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Torrance, California 90509


Obtaining intravenous (IV) access in children under the age of 2 years is difficult, especially in the emergency department (ED) where the children can be frightened, dehydrated and ill. Often it requires multiple needle sticks and nurses to place an IV in a difficult child. In our ED the recently acquired an Accuvein AV400 device. This infrared light, like a barcode scanner, makes the veins on a child appear like roads on a map. This ideally shows the nurse where to place and direct the needle. This device is approved by the FDA to work with children and has not been shown to have any harmful effects. However, there are no studies showing whether this device helps in the difficult less than 2 year olds seen in the emergency department. This study will be to directly compare placing an IV in a child under 2 years of age with the AV400 versus not using the device. A physician, medical student, or nurse practitioner who has been trained on how to observe nurses place IVs will enroll children who require an IV for their ED clinical care (as determined by their ED doctors). This person will consent the parents, ask the parents questions regarding the child's past medical history, and have the nurse look at the veins of the child ahead of the IV access attempt to rate the level of difficulty expected (easy, moderate, difficult). Whether the child has the IV attempt performed with or without the AV400 will be computer randomized. The nurse will attempt to place the IV, and the study staff will observe and record the number of attempts, size of the IV catheter, and location of the IV. If 2 attempts are failed, the patient will "cross over" to the other condition, that is if AV400 was being used then it will not be used, and if AV400 was not being used then it will be used. If there are 4 failed attempts at IV placement, then the child will be treated as per our department's difficult IV access protocol, which is applied to all children with difficult IV access regardless of participation in the study. After the IV placement, both the parents and the nurse will be asked several questions regarding satisfaction with use of the AV400. No patient identifiers will be collected. The investigators will be recruiting 260 children to determine if using the AV400 device improves the first time needle stick success from 40% to 60%. Nursing approval for the study was obtained prior to the study.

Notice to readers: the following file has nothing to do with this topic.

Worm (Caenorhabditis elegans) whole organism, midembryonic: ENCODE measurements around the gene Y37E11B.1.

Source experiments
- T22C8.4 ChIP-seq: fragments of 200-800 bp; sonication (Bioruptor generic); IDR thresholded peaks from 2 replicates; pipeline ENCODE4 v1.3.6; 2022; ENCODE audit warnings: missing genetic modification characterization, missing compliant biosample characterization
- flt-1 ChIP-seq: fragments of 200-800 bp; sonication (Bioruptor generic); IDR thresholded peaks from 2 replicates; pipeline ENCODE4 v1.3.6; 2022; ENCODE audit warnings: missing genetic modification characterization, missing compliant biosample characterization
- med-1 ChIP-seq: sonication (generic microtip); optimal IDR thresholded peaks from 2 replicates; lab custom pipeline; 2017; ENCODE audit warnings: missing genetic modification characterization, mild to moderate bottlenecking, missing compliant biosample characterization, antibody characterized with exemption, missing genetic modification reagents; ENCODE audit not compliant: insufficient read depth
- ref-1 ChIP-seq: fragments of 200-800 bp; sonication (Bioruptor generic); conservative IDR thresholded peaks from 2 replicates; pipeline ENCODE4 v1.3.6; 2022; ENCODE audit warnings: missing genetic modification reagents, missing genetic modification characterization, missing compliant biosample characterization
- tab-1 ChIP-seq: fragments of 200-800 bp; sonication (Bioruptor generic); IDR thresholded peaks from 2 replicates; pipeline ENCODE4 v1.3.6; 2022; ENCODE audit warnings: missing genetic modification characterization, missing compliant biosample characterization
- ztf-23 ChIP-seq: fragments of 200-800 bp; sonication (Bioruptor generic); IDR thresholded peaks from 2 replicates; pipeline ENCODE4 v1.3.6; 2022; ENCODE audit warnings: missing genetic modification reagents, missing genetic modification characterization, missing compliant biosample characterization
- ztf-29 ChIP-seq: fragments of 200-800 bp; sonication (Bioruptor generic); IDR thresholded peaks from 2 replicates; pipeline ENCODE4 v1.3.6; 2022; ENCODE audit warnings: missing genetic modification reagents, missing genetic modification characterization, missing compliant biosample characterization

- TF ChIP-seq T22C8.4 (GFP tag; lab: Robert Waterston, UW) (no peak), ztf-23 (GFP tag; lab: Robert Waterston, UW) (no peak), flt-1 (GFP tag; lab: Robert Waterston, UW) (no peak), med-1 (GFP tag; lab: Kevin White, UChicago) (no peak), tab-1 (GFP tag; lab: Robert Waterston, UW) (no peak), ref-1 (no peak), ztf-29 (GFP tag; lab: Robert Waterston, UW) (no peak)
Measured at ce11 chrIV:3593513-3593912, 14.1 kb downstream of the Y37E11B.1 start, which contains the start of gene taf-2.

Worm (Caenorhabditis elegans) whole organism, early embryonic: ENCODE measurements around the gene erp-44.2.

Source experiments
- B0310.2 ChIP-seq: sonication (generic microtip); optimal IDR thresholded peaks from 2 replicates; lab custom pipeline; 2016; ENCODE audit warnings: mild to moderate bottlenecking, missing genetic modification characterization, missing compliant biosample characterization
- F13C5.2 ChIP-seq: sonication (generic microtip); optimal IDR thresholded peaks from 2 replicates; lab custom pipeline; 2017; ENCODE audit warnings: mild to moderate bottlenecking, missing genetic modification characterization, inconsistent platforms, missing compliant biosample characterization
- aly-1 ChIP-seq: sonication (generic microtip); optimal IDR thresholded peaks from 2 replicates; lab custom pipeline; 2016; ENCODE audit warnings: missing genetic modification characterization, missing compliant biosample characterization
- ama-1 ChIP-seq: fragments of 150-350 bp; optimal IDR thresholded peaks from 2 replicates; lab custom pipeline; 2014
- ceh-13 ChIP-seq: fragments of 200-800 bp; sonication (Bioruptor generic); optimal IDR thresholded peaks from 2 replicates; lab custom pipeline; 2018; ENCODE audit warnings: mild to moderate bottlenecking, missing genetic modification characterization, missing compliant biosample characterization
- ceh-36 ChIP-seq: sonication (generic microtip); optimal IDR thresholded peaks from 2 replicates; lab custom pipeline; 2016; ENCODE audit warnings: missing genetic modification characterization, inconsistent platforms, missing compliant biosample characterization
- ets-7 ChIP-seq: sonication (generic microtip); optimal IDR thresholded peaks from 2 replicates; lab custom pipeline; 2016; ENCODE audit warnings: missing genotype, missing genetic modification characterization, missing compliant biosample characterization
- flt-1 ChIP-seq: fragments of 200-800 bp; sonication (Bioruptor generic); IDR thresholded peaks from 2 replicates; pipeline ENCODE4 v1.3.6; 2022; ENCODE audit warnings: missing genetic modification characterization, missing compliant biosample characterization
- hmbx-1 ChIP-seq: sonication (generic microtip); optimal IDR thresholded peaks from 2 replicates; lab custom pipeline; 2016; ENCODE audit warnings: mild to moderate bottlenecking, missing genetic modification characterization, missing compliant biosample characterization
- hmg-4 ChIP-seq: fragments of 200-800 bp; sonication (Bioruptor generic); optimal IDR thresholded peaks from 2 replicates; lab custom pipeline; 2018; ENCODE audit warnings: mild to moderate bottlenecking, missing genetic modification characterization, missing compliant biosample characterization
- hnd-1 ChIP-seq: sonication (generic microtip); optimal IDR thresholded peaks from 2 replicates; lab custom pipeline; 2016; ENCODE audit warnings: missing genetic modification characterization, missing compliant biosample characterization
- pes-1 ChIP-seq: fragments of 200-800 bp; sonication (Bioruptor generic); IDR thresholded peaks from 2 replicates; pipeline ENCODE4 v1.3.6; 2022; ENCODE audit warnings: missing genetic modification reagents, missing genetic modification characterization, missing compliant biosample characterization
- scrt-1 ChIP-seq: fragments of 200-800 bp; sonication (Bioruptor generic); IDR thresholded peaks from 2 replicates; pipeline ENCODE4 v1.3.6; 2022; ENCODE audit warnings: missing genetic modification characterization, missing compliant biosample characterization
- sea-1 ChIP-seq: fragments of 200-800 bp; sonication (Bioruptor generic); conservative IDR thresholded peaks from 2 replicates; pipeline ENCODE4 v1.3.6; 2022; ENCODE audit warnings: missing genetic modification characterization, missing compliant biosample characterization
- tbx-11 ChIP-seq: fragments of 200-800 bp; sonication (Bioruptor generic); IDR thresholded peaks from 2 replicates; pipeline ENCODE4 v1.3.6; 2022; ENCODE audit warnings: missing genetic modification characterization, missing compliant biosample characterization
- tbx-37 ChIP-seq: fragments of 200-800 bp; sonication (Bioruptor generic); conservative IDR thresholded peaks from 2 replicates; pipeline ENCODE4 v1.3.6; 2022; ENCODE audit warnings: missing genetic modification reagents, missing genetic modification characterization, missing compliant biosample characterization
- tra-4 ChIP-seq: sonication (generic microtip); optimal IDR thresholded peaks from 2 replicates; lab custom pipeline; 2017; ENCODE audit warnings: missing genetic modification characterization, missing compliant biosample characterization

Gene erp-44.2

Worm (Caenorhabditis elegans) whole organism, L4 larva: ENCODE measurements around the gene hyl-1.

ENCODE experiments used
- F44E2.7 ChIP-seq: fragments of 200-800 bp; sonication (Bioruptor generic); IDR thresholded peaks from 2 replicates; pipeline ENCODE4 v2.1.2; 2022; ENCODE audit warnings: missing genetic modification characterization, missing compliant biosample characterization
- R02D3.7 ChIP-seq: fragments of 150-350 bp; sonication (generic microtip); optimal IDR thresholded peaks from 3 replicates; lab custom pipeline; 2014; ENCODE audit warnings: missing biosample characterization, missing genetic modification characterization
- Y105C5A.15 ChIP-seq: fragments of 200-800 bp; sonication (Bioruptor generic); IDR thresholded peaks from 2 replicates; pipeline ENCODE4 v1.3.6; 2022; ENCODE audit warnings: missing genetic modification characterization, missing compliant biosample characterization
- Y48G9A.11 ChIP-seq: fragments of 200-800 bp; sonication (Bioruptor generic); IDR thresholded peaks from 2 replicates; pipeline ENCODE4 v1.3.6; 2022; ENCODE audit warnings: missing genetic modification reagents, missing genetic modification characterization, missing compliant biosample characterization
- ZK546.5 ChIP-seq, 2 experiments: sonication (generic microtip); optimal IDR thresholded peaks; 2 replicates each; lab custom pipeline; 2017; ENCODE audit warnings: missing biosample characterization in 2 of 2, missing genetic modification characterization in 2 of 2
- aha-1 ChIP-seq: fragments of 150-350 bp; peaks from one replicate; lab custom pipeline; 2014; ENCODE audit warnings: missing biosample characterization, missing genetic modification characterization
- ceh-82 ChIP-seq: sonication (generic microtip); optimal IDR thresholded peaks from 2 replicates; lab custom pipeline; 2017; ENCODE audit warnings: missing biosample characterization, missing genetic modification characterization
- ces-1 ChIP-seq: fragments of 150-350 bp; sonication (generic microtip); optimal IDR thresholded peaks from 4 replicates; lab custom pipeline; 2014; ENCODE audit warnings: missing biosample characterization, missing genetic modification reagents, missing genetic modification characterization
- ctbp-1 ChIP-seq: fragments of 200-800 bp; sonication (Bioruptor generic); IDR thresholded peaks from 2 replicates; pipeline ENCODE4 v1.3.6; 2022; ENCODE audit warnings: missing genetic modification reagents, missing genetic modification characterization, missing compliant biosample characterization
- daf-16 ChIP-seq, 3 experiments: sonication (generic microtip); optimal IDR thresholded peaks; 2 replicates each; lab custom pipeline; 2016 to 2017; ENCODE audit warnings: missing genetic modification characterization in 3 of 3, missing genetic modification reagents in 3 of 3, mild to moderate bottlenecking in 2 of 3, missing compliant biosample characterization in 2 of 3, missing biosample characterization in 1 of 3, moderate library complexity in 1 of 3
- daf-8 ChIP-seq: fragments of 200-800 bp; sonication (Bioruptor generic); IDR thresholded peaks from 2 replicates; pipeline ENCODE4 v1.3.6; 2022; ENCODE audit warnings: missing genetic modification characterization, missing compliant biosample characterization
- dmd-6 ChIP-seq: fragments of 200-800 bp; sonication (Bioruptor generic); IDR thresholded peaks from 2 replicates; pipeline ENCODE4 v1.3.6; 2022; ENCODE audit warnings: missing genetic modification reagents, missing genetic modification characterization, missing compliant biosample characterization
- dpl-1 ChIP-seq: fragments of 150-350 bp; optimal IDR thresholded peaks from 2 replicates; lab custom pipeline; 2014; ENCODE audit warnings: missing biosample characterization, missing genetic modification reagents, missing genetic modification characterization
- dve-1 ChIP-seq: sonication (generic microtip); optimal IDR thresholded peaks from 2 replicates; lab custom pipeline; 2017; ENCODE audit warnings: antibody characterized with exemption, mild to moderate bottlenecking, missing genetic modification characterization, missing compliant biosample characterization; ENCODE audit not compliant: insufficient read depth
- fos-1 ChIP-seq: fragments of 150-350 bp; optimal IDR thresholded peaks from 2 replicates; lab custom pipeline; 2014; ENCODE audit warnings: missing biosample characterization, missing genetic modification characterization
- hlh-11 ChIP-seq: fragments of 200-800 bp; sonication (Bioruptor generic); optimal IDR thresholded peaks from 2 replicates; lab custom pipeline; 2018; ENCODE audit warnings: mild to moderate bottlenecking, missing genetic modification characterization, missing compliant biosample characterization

Study summary: